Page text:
A Moment of Silence for the Yankees

Yes, there were four other teams playing today.

The Rays, who are doing their best imitation of actual sluggers, beat the Red Sox and John Lester. Is David Ortiz in a major slump or is his wrist bothering him or does he miss Manny?
Speaking of the Manster, the Dodgers lost a close one to the Phillies despite his sizzling hot bat. Their bullpen didn’t get it done and Ethier grounded into a rally-killing double play.
But it was the Yankees I was thinking about after Joe Buck pointed out that Manny’s single in the eighth was his 52nd postseason hit, tying him with our very own Bernie.
So while the Dodgers-Phillies game was winding up, I took a few minutes to reflect on the 2008 Yanks. And what I fixated on was this: Why didn’t they ever (well, hardly ever) bunt runners over? Seriously. I saw the Dodgers do it tonight with my very own eyes. It’s not brain surgery. And yet, other than the occasional attempts by Jeter, Damon and Gardner, this team was all about going for the home run when there were men on base, and the offense suffered because of it.
I hate to say this about my Yankees, but they were incredibly one-dimensional. I mean, can you picture this player bunting?
Or him?
Certainly not him?
I’m not even bringing up Posada and Molina, because we all know that catchers don’t bunt – unless, of course, they’re Russell Martin of the Dodgers who can run the bases too – a freak of nature!
My point here is that Cashman has to VARY the talents of next season’s team. We still need our bombers, sure. But we also need athletic, versatile players who can do more than swing for the fences. Sometimes laying down a bunt is a beautiful thing.


  1. redstatebluestate

    The one thing all those guys pictured have in common that prevents them from bunting is: EGO. For some reason, bunting a guy over has become equated with being a wimp — which is wrong because Ozzie Smith used to bunt guys over all the time and he was no wimp. That’s how I see it.

  2. Jane Heller

    I agree that ego is involved, Jeff. I hear people say, “Oh, you can’t ask A-Rod to bunt a guy over…” But I honestly think most of these guys were never taught (or never bothered to learn) how to bunt. I’m not saying it’s the end-all be-all of the game. But the Yankees would have a runner on first with nobody out and leave him there – constantly. It made me nuts.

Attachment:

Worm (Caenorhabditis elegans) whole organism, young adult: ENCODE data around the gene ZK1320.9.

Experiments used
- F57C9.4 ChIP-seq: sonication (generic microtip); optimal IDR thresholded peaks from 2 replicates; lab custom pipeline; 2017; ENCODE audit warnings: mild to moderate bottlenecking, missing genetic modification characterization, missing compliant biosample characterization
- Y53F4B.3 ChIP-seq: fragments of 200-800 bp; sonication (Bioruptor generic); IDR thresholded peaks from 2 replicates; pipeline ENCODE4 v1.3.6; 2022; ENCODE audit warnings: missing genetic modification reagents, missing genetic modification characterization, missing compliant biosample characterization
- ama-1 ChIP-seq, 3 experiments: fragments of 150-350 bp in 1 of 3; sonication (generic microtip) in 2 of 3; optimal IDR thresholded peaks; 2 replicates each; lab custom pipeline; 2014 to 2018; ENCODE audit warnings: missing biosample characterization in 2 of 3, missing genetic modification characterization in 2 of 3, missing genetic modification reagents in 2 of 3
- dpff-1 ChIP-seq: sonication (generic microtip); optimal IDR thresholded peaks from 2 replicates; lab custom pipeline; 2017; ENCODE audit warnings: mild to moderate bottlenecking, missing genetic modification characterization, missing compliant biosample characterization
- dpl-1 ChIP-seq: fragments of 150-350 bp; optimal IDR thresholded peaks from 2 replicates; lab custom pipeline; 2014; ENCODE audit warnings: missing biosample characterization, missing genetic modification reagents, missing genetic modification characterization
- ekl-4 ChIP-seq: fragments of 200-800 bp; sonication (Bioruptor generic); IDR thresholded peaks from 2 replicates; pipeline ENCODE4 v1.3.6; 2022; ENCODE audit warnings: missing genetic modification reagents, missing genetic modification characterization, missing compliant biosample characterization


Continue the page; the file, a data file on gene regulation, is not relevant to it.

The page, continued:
3. Greg

    Not bunting is a sign of the times now. I don’t know much about the “ego’s” of these players, but from what I know of him I bet Giambi would bunt if asked of him.

    With all of the stat analysis and sabrmatricians (i.e. Bill James) a lot of team’s philosophy is to not bunt as you are giving up a precious out.

    Of course, there are certain late inning sitiuations where bunting is appropriate and necessary over all, if a team is going to use this new age philosphy they are not going to bunt. The Red Sox rarely bunt as well.

    According to one of my favorite sites, Baseball Reference, the Yankees had 31 Sacrifice Bunts, the Red Sox had 28, the Rays had 23. What does that tell you? Invert that order, and you have the Top 3 in th AL East this season.

    Molina led the team with 8, while Jeter had 7.

    Red Sox Rambling: http://thevendahhh.mlblogs.com

  4. Jane Heller

    Greg, I don’t mean to make too much of The Bunt – those stats are very interesting, btw, and instructive – but the Yankees had offensive woes last season big time. The Rays and Red Sox didn’t. I watched game after game where we stranded runners. So while the bunt may not be in vogue, the Yankees need to find a way to move runners over and get them in. I’m still traumatized by the game where Damon was at third with nobody out and didn’t score.

  5. pinstripepride3

    It’s odd, because one of the issues I heard with Torre over the last few years is that he had abandoned small ball. When Joe Girardi (a catcher who could bunt and run the bases) took over, he was supposed to bring that back. I saw him use it to win the first game of the season, and I didn’t see much of it after that. It’s ironic that Torre has gone back to that style of play while Girardi abandoned it. As for the sabermetricians that Greg points out, bunting can actually work in reverse. When you consider all the double plays that Jeter and A-Rod hit into this year, the Yankees would actually have gained precious outs instead of giving them up.

  6. Jane Heller